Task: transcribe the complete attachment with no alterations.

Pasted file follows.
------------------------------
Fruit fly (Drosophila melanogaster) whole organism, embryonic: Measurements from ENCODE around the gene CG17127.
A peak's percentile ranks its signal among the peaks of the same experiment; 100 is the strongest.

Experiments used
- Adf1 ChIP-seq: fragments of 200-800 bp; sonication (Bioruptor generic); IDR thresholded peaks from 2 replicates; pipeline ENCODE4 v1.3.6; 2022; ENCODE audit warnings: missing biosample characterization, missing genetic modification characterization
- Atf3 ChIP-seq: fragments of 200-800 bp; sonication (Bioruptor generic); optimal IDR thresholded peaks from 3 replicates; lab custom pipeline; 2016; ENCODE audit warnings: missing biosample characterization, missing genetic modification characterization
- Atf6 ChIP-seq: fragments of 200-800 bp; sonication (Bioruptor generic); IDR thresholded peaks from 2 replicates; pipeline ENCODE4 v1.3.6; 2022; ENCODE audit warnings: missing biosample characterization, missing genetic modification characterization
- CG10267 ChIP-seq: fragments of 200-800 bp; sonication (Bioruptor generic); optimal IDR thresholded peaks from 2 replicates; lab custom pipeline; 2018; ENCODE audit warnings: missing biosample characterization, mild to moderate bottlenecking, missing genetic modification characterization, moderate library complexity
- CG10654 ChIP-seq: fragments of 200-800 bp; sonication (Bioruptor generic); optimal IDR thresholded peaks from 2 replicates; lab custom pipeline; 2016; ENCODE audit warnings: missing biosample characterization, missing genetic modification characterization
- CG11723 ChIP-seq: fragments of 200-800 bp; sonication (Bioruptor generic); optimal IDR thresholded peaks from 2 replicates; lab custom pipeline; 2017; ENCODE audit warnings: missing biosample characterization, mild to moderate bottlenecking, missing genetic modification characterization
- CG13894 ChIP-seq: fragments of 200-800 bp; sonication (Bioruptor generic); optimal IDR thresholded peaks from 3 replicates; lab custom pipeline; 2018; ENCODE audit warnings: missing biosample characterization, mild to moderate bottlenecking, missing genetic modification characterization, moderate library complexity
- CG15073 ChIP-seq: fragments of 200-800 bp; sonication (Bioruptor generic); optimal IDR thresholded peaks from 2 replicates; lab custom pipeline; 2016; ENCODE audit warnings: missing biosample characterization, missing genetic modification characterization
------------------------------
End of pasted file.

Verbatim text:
Fruit fly (Drosophila melanogaster) whole organism, embryonic: Measurements from ENCODE around the gene CG17127.
A peak's percentile ranks its signal among the peaks of the same experiment; 100 is the strongest.

Experiments used
- Adf1 ChIP-seq: fragments of 200-800 bp; sonication (Bioruptor generic); IDR thresholded peaks from 2 replicates; pipeline ENCODE4 v1.3.6; 2022; ENCODE audit warnings: missing biosample characterization, missing genetic modification characterization
- Atf3 ChIP-seq: fragments of 200-800 bp; sonication (Bioruptor generic); optimal IDR thresholded peaks from 3 replicates; lab custom pipeline; 2016; ENCODE audit warnings: missing biosample characterization, missing genetic modification characterization
- Atf6 ChIP-seq: fragments of 200-800 bp; sonication (Bioruptor generic); IDR thresholded peaks from 2 replicates; pipeline ENCODE4 v1.3.6; 2022; ENCODE audit warnings: missing biosample characterization, missing genetic modification characterization
- CG10267 ChIP-seq: fragments of 200-800 bp; sonication (Bioruptor generic); optimal IDR thresholded peaks from 2 replicates; lab custom pipeline; 2018; ENCODE audit warnings: missing biosample characterization, mild to moderate bottlenecking, missing genetic modification characterization, moderate library complexity
- CG10654 ChIP-seq: fragments of 200-800 bp; sonication (Bioruptor generic); optimal IDR thresholded peaks from 2 replicates; lab custom pipeline; 2016; ENCODE audit warnings: missing biosample characterization, missing genetic modification characterization
- CG11723 ChIP-seq: fragments of 200-800 bp; sonication (Bioruptor generic); optimal IDR thresholded peaks from 2 replicates; lab custom pipeline; 2017; ENCODE audit warnings: missing biosample characterization, mild to moderate bottlenecking, missing genetic modification characterization
- CG13894 ChIP-seq: fragments of 200-800 bp; sonication (Bioruptor generic); optimal IDR thresholded peaks from 3 replicates; lab custom pipeline; 2018; ENCODE audit warnings: missing biosample characterization, mild to moderate bottlenecking, missing genetic modification characterization, moderate library complexity
- CG15073 ChIP-seq: fragments of 200-800 bp; sonication (Bioruptor generic); optimal IDR thresholded peaks from 2 replicates; lab custom pipeline; 2016; ENCODE audit warnings: missing biosample characterization, missing genetic modification characterization